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CPPIB, partner clinch $2.8-billion deal for Australian office portfolio

The Sydney skyline. The Canada Pension Plan Investment Board has teamed up with Australia’s Dexus Property Group in an effort to buy an Australian company with a $3.7-billion portfolio of office buildings.


The Canada Pension Plan Investment Board and an Australian property management firm have partnered to buy a $2.8-billion Australian office property portfolio after raising their bid to clinch the deal.

CPPIB and Dexus Property Group said they have reached a conditional agreement to buy the Commonwealth Property Office Fund after raising their bid to $1.20 per unit from $1.15 offered last month. The parties have until mid-December to negotiate a binding agreement.

CPPIB, which manages the assets of the Canada Pension Plan, is increasingly diversifying its holdings around the world and reported earlier this year it already had $5.8-billion invested in Australia, including a joint investment in a new office tower complex in Sydney known as the Barangaroo South project.

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Australia's Commonwealth Managed Investments Ltd., controlled by the Commonwealth Bank of Australia, announced in July it was looking to sell its property business, which has been listed as a real estate investment trust on the Australian Stock Exchange.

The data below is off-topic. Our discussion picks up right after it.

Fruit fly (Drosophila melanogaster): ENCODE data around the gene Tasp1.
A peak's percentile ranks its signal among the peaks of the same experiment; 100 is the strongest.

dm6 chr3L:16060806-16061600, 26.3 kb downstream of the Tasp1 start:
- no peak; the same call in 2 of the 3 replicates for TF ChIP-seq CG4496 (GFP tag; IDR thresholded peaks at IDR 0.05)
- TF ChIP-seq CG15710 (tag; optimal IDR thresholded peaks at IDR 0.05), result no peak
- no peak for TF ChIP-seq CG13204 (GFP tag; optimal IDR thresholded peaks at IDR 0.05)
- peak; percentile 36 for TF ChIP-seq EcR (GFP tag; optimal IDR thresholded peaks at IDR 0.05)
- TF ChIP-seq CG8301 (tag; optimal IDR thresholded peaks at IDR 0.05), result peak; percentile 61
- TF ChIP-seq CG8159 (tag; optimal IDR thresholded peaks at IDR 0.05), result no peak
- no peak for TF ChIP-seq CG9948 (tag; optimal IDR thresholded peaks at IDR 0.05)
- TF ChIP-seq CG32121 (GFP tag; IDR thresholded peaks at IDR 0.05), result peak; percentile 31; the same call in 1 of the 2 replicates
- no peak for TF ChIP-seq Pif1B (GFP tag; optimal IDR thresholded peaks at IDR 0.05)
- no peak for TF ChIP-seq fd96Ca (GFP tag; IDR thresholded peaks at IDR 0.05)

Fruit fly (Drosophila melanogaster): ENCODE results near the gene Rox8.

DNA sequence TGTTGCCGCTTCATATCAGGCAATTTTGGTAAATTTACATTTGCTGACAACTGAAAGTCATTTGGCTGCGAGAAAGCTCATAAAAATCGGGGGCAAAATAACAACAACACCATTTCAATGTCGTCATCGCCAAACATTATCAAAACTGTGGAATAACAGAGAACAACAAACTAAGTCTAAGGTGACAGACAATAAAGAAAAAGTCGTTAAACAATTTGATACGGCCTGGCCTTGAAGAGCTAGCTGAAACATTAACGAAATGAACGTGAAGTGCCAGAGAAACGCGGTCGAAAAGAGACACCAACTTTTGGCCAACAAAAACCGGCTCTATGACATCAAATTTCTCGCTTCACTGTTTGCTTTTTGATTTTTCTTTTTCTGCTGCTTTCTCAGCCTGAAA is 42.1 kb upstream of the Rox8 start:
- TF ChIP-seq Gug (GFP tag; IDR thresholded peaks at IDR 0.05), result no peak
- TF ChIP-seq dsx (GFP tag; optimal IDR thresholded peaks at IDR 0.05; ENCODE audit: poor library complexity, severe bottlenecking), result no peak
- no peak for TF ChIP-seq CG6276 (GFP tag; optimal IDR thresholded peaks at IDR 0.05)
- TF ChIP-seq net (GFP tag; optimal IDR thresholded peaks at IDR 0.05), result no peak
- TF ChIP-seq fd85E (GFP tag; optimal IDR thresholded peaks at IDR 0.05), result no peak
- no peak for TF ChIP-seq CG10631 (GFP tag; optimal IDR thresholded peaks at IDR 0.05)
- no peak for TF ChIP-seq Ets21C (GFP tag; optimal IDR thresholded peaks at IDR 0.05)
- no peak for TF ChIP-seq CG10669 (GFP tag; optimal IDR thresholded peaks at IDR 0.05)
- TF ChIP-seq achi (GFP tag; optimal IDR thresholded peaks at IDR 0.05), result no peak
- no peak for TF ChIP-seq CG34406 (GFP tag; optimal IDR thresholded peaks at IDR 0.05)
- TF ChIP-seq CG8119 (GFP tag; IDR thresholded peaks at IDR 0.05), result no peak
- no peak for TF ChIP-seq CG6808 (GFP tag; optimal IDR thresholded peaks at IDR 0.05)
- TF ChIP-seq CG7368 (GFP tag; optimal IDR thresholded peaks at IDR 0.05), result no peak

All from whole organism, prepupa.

The company has a portfolio of about two dozen office buildings, which had a book value of $3.7-billion as of the end of June. The venture will be co-owned by CPPIB and Dexus, and managed by Dexus, which is Australia's largest commercial property management firm.

The bidders estimate investors will receive about 72 cents in cash and 48 cents in Dexus stapled securities per unit, but said the final cash amount could vary depending on the operating performance of the fund and the final closing date, which is anticipated to be March 31.

In a statement Monday, the partners said they believe their offer is "compelling" for Commonwealth Property Fund unitholders "with an attractive premium for their units and ongoing participation in the benefits associated with an investment in Dexus."

The parties must still reach a binding agreement after a due diligence process, and requires investor approval.

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About the Author
Real Estate Reporter

Janet McFarland is the real estate reporter for The Globe and Mail’s Report on Business, with a focus on residential real estate trends. She joined Report on Business in 1995, and has specialized in reporting on corporate governance, executive compensation, pension policy, business law, securities regulation and enforcement of white-collar crime. More


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